Some would say that the XMRV thing is a result of lab contamination. I think that this is very unlikely, due to a number of reasons, but they are entitled to think so. They can think so, yes. But what they must not do is to speak about it as if it's a fact, or even to imply that it's a fact. It was not proven. Some people are probably pretty much sure about it, but some people are sure that it's a very real virus, and some are sure that antiretrovirals are good against that. The issue is to prove it. Perhaps proving that a virus is a result of laboratory contamination is not possible, I don't know (at the very least you'd need to think a lot in order to find out a way to prove it). But there is a simple way in order to make the claims very very strong: Replicate the positive studies, with the adjustments that the original authors of the studies would recommend due to the things that they have learned since that.
    But replicate it. Completely. Not just one assay, not just all the assays, not just the cohort, not just the collection, not just the storage, not just the processing. All of them.

    If you have a low budget or you are short in time - you can do a non-replicating study, with what you have. If you find a positive result, you should publish it, while taking serious steps to avoid laboratory contamination. But if you did a non-replicating study and came up with a negative result, do not publish it. If you'd have the possiblity, complete everything that needs to be completed in order for it to be a full replicating study, and then publish it with whatever results you have. If you can't do that, because of budget, time or other issues - don't publish it at all.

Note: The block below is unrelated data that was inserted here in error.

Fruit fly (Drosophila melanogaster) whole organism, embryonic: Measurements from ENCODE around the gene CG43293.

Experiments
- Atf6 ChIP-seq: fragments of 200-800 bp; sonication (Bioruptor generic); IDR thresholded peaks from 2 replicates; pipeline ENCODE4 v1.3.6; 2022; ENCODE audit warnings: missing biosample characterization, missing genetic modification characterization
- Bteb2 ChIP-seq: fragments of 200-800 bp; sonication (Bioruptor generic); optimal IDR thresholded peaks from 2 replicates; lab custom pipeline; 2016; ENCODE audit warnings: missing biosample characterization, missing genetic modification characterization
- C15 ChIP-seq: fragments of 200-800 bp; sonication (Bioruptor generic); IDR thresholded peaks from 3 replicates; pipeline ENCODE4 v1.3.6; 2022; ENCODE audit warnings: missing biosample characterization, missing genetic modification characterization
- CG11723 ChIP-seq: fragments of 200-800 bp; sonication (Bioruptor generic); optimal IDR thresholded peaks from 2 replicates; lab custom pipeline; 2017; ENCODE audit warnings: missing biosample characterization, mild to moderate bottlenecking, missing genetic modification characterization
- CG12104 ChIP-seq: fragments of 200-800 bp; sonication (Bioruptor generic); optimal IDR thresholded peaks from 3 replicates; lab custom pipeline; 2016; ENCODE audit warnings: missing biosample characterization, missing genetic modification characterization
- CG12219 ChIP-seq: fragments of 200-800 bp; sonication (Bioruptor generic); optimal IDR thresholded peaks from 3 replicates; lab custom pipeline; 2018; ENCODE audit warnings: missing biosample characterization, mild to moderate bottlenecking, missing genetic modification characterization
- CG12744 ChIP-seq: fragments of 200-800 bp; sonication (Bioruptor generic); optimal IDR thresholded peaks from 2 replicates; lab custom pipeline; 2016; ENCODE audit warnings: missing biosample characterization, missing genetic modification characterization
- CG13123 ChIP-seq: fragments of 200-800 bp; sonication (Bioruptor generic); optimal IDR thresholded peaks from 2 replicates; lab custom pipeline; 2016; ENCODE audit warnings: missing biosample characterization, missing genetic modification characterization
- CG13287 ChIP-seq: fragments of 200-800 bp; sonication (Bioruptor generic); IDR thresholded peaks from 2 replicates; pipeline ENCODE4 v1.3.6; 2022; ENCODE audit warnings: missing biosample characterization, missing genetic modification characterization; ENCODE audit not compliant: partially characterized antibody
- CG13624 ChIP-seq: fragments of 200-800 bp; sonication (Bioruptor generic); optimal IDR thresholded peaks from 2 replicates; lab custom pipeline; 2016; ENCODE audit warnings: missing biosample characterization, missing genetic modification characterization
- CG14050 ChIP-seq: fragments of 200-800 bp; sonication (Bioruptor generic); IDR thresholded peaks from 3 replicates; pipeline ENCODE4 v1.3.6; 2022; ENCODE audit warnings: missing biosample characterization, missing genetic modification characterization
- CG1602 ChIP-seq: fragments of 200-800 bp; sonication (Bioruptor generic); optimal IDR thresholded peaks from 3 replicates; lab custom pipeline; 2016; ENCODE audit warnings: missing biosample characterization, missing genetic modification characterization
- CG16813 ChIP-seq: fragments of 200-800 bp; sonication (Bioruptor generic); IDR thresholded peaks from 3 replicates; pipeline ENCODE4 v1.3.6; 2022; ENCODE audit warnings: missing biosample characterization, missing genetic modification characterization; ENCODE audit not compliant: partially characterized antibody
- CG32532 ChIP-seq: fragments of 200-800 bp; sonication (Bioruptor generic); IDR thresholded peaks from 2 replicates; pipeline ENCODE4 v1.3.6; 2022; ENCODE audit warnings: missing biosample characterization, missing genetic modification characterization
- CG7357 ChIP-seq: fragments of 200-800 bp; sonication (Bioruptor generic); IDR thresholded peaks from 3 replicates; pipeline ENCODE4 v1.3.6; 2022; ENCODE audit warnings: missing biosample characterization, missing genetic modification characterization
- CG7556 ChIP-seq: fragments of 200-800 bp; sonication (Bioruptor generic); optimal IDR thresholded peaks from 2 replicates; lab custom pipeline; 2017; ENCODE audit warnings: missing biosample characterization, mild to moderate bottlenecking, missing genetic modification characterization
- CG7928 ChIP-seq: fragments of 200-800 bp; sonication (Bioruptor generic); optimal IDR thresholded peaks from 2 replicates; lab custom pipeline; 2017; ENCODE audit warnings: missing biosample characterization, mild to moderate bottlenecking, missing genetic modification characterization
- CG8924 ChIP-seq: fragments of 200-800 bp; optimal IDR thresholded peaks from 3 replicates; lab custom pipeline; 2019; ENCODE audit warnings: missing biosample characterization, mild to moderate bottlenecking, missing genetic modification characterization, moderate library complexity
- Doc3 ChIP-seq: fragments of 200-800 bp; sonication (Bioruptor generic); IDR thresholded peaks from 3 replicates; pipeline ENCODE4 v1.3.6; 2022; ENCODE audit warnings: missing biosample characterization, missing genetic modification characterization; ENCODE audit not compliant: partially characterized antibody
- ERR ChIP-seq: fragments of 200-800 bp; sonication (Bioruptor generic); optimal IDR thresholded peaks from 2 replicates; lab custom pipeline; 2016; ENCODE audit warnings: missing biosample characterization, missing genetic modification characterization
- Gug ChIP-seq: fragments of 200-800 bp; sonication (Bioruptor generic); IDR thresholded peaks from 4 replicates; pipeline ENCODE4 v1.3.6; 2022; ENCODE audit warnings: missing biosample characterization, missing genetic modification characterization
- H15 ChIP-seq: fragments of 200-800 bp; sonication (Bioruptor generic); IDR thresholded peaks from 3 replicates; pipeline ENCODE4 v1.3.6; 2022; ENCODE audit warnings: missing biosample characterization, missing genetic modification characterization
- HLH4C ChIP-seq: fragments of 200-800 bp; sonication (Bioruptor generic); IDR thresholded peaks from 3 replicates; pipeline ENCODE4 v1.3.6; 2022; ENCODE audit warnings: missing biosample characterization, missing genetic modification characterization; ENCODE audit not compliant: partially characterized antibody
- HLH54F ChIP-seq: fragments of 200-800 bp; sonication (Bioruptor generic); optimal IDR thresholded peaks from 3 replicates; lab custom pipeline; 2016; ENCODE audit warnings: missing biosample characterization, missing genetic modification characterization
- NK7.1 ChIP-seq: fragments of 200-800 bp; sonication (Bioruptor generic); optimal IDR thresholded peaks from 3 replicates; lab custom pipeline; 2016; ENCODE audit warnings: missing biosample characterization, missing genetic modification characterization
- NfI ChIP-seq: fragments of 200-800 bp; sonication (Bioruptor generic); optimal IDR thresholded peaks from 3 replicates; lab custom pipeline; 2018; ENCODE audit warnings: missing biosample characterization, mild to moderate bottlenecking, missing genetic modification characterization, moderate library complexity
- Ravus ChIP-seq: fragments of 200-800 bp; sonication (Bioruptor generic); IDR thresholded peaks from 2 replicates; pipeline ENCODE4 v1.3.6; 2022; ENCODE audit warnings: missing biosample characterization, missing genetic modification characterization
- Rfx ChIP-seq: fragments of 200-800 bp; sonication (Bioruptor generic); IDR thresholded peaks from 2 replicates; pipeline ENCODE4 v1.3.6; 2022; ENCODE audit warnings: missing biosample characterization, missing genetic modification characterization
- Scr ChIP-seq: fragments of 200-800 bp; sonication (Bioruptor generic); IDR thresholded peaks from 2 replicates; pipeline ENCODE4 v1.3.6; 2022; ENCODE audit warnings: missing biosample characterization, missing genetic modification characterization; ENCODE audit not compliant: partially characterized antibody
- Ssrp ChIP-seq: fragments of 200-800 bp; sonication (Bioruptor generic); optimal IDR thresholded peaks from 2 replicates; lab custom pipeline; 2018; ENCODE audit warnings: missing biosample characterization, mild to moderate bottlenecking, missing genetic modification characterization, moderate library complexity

If you can do science and reach absolute 100% proofs on a short period of time - that's better than to wait longer. But if there is any room for doubt, even 0.01% of doubt, you must complete the long process in order to find out the truth, this time with 100% certainty of all of the scientists.
  8. TerriK

    TerriK

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    A side note.. it would be nice to know if any of these CFS patients had oligoclonal banding. It seems to me it would be a significant finding in patients with no other dx; no infection or dx of MS etc. The bands have to come from somewhere, from a significant immune response within the body, one that effects the CNS. Even if a CNS microbe was unable to be identified if a significant number of CFS patients have oligoclonal banding that would be a major finding, would it not?
  9. WillowJ

    WillowJ Senior Member

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    I've seen this technique before in CSF studies (some of them with Natleson), when they found proteins that don't belong. Evidently (and this was explained in another paper) stuff is so diluted in CSF that you have a better chance of finding abnormalities like this, or so the theory goes.
  10. omerbasket

    omerbasket Senior Member

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    As you said, WillowJ, theory.
    I have another theory: perhaps those who really don't have XMRV in their CSF have some antibodies or other materials against it there, materials that would make all the XMRV from all of the patient's samples in the vial to die?